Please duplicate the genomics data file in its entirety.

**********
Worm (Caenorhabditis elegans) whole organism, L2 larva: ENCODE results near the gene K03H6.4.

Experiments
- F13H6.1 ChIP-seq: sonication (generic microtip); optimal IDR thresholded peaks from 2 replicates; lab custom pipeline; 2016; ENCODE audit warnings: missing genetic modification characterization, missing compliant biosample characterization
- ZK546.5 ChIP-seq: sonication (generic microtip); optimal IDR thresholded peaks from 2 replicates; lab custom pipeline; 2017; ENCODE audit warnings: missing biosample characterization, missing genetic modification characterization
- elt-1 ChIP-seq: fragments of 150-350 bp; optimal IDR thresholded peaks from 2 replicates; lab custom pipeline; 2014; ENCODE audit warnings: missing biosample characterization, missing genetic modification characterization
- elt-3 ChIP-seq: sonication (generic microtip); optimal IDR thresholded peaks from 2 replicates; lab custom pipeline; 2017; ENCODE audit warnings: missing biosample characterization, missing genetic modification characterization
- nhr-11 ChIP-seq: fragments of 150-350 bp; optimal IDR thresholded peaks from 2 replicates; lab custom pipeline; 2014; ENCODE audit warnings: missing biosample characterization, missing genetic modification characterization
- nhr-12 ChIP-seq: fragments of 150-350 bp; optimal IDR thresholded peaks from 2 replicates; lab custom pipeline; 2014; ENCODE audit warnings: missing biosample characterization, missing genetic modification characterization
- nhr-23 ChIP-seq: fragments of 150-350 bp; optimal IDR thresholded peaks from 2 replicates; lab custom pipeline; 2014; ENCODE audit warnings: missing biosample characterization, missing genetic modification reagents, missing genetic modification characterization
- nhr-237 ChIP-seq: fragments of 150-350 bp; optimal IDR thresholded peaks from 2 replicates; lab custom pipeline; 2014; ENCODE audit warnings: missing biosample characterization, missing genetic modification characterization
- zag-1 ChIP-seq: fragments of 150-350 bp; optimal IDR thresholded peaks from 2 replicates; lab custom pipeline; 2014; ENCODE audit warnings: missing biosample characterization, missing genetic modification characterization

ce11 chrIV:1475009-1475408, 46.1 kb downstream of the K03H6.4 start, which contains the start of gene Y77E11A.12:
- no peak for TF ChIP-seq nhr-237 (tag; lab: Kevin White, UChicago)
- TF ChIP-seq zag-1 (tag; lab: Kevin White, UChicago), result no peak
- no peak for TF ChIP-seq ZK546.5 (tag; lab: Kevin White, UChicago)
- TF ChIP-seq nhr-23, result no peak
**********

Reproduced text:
Worm (Caenorhabditis elegans) whole organism, L2 larva: ENCODE results near the gene K03H6.4.

Experiments
- F13H6.1 ChIP-seq: sonication (generic microtip); optimal IDR thresholded peaks from 2 replicates; lab custom pipeline; 2016; ENCODE audit warnings: missing genetic modification characterization, missing compliant biosample characterization
- ZK546.5 ChIP-seq: sonication (generic microtip); optimal IDR thresholded peaks from 2 replicates; lab custom pipeline; 2017; ENCODE audit warnings: missing biosample characterization, missing genetic modification characterization
- elt-1 ChIP-seq: fragments of 150-350 bp; optimal IDR thresholded peaks from 2 replicates; lab custom pipeline; 2014; ENCODE audit warnings: missing biosample characterization, missing genetic modification characterization
- elt-3 ChIP-seq: sonication (generic microtip); optimal IDR thresholded peaks from 2 replicates; lab custom pipeline; 2017; ENCODE audit warnings: missing biosample characterization, missing genetic modification characterization
- nhr-11 ChIP-seq: fragments of 150-350 bp; optimal IDR thresholded peaks from 2 replicates; lab custom pipeline; 2014; ENCODE audit warnings: missing biosample characterization, missing genetic modification characterization
- nhr-12 ChIP-seq: fragments of 150-350 bp; optimal IDR thresholded peaks from 2 replicates; lab custom pipeline; 2014; ENCODE audit warnings: missing biosample characterization, missing genetic modification characterization
- nhr-23 ChIP-seq: fragments of 150-350 bp; optimal IDR thresholded peaks from 2 replicates; lab custom pipeline; 2014; ENCODE audit warnings: missing biosample characterization, missing genetic modification reagents, missing genetic modification characterization
- nhr-237 ChIP-seq: fragments of 150-350 bp; optimal IDR thresholded peaks from 2 replicates; lab custom pipeline; 2014; ENCODE audit warnings: missing biosample characterization, missing genetic modification characterization
- zag-1 ChIP-seq: fragments of 150-350 bp; optimal IDR thresholded peaks from 2 replicates; lab custom pipeline; 2014; ENCODE audit warnings: missing biosample characterization, missing genetic modification characterization

ce11 chrIV:1475009-1475408, 46.1 kb downstream of the K03H6.4 start, which contains the start of gene Y77E11A.12:
- no peak for TF ChIP-seq nhr-237 (tag; lab: Kevin White, UChicago)
- TF ChIP-seq zag-1 (tag; lab: Kevin White, UChicago), result no peak
- no peak for TF ChIP-seq ZK546.5 (tag; lab: Kevin White, UChicago)
- TF ChIP-seq nhr-23, result no peak